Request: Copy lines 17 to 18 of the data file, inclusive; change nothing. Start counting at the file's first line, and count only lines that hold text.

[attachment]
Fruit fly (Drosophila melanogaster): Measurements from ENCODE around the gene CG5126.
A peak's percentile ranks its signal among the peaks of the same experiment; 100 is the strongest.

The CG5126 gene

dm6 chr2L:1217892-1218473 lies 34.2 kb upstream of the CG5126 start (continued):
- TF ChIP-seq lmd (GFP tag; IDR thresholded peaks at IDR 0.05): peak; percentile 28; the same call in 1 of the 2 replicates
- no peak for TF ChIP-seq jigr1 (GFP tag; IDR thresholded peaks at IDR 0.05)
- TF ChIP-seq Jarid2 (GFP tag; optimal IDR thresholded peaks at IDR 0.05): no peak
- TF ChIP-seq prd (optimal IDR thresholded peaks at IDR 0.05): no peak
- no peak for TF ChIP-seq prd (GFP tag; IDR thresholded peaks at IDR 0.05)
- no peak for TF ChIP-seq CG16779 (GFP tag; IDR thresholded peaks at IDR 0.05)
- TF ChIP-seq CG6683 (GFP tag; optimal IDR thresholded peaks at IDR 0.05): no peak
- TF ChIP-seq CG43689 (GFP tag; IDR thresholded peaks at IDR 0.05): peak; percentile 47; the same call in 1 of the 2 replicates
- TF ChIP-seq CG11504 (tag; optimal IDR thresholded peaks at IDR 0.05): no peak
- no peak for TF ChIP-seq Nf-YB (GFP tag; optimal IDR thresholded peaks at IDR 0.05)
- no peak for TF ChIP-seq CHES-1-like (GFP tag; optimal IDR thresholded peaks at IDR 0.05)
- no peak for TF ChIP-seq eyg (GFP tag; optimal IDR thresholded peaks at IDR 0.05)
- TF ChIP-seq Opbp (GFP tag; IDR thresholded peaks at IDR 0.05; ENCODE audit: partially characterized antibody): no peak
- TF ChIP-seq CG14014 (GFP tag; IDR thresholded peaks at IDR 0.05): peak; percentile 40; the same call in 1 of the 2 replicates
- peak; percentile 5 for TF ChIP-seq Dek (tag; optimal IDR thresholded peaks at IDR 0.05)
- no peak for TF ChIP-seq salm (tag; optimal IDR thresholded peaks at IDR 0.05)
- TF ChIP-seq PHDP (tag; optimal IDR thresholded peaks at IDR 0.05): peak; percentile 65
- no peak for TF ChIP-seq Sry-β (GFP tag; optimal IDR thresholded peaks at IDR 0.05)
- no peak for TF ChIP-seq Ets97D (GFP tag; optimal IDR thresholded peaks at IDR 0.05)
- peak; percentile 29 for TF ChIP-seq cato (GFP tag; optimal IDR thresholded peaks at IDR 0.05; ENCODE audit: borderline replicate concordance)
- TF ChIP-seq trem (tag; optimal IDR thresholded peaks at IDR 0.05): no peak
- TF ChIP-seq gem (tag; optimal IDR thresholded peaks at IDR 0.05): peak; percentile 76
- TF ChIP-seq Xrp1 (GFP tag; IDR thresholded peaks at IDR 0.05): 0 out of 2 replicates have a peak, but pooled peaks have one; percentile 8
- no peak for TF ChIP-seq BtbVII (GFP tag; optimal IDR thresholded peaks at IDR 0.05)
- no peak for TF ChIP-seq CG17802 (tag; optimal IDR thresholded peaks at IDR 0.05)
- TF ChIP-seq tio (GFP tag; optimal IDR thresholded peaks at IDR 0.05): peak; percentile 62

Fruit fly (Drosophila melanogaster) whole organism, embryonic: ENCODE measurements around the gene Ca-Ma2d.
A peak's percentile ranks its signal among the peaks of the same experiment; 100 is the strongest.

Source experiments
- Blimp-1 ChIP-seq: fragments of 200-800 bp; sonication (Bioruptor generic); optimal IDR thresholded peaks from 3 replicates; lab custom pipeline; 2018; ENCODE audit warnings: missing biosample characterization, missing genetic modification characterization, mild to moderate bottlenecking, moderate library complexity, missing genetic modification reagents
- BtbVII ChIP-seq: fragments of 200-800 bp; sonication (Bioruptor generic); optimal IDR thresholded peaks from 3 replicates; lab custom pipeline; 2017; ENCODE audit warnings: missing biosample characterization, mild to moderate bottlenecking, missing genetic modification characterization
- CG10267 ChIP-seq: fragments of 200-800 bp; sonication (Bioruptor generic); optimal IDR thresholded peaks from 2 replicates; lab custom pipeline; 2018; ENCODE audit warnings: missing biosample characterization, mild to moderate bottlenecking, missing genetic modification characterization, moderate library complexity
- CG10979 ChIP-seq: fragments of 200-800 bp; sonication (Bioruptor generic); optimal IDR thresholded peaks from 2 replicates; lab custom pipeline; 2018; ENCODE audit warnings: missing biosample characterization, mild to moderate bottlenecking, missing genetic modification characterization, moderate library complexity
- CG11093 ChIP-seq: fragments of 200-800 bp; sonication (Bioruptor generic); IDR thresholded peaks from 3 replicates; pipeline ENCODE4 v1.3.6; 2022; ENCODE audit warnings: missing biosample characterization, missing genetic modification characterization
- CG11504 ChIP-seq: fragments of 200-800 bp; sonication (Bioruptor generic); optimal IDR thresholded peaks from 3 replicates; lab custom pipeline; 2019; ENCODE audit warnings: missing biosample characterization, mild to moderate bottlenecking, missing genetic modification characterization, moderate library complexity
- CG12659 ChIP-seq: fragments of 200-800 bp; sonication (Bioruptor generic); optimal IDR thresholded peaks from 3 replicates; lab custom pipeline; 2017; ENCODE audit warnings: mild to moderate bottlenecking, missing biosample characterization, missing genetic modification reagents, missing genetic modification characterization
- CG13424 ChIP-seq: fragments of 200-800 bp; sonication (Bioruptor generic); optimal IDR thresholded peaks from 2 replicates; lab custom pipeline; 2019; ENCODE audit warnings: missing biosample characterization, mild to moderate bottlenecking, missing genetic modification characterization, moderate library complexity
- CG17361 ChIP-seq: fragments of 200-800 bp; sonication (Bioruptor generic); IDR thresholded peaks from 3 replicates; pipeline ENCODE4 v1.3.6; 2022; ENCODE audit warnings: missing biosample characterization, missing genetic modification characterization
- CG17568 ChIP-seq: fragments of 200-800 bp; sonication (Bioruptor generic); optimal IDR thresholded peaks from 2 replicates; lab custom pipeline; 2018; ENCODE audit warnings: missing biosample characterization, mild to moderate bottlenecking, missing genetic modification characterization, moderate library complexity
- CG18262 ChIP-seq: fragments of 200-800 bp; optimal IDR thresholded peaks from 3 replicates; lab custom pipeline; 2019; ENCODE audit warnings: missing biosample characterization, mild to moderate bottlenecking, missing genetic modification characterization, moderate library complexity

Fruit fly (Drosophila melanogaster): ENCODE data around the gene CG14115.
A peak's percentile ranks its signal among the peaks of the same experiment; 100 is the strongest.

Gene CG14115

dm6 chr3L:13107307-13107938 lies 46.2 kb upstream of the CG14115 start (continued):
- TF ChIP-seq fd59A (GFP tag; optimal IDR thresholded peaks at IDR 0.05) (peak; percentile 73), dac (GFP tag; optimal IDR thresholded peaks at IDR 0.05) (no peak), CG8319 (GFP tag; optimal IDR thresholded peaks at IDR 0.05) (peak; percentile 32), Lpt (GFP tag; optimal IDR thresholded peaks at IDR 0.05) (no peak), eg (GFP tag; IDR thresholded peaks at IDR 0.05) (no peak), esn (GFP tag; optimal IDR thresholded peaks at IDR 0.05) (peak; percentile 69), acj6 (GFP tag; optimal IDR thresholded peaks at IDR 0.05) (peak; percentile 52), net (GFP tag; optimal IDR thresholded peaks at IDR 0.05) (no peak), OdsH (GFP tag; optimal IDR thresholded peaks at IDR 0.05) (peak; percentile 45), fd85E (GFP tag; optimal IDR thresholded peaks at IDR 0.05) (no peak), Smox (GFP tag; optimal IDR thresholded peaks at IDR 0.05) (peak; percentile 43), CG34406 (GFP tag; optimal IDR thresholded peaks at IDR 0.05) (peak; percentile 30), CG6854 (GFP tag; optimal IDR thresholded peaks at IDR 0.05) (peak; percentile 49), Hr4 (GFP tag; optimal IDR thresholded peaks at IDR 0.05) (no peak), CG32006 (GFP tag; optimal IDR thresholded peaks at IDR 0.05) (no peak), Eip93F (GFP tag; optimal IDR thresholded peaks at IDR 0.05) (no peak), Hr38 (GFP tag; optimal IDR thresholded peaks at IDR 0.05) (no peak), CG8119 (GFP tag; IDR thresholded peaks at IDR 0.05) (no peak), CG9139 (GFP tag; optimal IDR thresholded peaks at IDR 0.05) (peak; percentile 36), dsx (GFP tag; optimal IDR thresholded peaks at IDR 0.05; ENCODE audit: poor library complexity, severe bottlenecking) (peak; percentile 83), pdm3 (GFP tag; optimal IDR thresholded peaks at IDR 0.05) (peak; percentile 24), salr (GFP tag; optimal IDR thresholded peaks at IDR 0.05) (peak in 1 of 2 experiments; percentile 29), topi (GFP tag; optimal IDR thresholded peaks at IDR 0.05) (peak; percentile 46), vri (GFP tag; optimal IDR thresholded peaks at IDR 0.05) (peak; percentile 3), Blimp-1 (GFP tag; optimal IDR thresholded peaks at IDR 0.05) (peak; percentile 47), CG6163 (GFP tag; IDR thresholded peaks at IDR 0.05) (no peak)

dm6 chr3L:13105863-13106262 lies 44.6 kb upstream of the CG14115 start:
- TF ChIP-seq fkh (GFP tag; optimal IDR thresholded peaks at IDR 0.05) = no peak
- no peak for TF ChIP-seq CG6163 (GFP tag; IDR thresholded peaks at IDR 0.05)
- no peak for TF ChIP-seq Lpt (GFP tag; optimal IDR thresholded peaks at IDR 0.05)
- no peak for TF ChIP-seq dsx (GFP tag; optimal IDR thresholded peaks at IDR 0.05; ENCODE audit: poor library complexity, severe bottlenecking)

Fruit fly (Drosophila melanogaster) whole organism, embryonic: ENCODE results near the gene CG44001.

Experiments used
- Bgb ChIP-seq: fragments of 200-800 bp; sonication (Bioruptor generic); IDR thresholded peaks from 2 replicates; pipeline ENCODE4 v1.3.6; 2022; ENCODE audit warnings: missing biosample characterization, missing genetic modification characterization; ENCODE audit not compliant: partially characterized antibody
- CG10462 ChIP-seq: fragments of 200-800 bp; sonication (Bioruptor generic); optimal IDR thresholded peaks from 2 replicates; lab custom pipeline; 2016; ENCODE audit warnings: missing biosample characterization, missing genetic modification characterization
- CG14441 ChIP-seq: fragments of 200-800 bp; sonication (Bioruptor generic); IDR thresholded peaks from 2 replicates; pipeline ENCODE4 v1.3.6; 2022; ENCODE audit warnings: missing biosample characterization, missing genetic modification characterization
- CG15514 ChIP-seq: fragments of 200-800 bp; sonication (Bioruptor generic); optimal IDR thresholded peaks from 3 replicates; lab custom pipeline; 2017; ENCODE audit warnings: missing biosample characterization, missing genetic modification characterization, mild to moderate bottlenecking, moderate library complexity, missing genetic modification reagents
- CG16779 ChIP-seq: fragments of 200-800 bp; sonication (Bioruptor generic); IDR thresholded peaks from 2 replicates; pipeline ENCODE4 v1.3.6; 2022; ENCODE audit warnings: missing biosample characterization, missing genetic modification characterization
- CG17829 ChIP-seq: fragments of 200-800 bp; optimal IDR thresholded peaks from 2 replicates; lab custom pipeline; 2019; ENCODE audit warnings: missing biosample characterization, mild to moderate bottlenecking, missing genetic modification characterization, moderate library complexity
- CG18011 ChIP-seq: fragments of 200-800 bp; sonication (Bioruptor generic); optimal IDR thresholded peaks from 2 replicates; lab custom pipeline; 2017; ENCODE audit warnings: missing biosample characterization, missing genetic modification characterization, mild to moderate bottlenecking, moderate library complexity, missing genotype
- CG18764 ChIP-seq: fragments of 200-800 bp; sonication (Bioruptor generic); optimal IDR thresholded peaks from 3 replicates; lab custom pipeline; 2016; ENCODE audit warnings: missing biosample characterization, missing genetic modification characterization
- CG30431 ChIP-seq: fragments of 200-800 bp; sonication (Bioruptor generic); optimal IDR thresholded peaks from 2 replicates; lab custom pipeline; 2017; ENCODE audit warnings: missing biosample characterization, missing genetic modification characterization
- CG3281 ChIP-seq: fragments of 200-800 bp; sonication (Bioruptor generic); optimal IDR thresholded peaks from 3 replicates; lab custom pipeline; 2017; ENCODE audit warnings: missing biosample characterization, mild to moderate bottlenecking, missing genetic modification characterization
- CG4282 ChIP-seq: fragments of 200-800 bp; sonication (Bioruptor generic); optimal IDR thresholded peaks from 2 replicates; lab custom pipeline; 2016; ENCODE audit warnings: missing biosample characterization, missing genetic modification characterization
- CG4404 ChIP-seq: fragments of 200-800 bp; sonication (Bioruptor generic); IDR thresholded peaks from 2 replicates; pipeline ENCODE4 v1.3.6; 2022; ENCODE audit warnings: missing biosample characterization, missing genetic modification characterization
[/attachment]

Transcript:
- TF ChIP-seq Opbp (GFP tag; IDR thresholded peaks at IDR 0.05; ENCODE audit: partially characterized antibody): no peak
- TF ChIP-seq CG14014 (GFP tag; IDR thresholded peaks at IDR 0.05): peak; percentile 40; the same call in 1 of the 2 replicates